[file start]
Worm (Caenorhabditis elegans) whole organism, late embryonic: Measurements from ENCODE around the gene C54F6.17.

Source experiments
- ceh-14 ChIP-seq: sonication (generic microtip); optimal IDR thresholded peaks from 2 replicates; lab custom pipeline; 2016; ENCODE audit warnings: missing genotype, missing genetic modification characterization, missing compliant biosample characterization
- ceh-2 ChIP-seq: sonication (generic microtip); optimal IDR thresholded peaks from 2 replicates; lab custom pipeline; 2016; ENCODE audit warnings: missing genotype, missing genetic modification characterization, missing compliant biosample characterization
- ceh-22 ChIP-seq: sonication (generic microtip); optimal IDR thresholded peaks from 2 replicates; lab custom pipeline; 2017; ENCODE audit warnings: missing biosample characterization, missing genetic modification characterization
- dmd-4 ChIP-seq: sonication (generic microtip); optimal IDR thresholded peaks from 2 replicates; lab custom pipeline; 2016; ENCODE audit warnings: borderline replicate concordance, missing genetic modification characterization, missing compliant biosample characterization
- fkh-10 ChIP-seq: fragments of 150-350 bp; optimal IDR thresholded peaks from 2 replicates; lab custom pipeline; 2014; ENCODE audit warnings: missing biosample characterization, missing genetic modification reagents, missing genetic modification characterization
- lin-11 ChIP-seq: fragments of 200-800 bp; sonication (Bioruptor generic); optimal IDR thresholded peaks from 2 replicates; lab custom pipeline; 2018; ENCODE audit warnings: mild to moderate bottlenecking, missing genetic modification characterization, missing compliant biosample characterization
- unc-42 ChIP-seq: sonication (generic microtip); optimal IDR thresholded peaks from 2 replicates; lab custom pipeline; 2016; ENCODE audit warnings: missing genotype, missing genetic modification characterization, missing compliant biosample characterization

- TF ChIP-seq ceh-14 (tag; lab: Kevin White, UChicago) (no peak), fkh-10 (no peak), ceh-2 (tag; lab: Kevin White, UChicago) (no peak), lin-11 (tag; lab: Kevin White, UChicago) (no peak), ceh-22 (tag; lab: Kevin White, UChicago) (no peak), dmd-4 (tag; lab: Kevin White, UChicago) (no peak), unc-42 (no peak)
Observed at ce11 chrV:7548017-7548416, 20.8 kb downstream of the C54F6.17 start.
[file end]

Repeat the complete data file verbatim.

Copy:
Worm (Caenorhabditis elegans) whole organism, late embryonic: Measurements from ENCODE around the gene C54F6.17.

Source experiments
- ceh-14 ChIP-seq: sonication (generic microtip); optimal IDR thresholded peaks from 2 replicates; lab custom pipeline; 2016; ENCODE audit warnings: missing genotype, missing genetic modification characterization, missing compliant biosample characterization
- ceh-2 ChIP-seq: sonication (generic microtip); optimal IDR thresholded peaks from 2 replicates; lab custom pipeline; 2016; ENCODE audit warnings: missing genotype, missing genetic modification characterization, missing compliant biosample characterization
- ceh-22 ChIP-seq: sonication (generic microtip); optimal IDR thresholded peaks from 2 replicates; lab custom pipeline; 2017; ENCODE audit warnings: missing biosample characterization, missing genetic modification characterization
- dmd-4 ChIP-seq: sonication (generic microtip); optimal IDR thresholded peaks from 2 replicates; lab custom pipeline; 2016; ENCODE audit warnings: borderline replicate concordance, missing genetic modification characterization, missing compliant biosample characterization
- fkh-10 ChIP-seq: fragments of 150-350 bp; optimal IDR thresholded peaks from 2 replicates; lab custom pipeline; 2014; ENCODE audit warnings: missing biosample characterization, missing genetic modification reagents, missing genetic modification characterization
- lin-11 ChIP-seq: fragments of 200-800 bp; sonication (Bioruptor generic); optimal IDR thresholded peaks from 2 replicates; lab custom pipeline; 2018; ENCODE audit warnings: mild to moderate bottlenecking, missing genetic modification characterization, missing compliant biosample characterization
- unc-42 ChIP-seq: sonication (generic microtip); optimal IDR thresholded peaks from 2 replicates; lab custom pipeline; 2016; ENCODE audit warnings: missing genotype, missing genetic modification characterization, missing compliant biosample characterization

- TF ChIP-seq ceh-14 (tag; lab: Kevin White, UChicago) (no peak), fkh-10 (no peak), ceh-2 (tag; lab: Kevin White, UChicago) (no peak), lin-11 (tag; lab: Kevin White, UChicago) (no peak), ceh-22 (tag; lab: Kevin White, UChicago) (no peak), dmd-4 (tag; lab: Kevin White, UChicago) (no peak), unc-42 (no peak)
Observed at ce11 chrV:7548017-7548416, 20.8 kb downstream of the C54F6.17 start.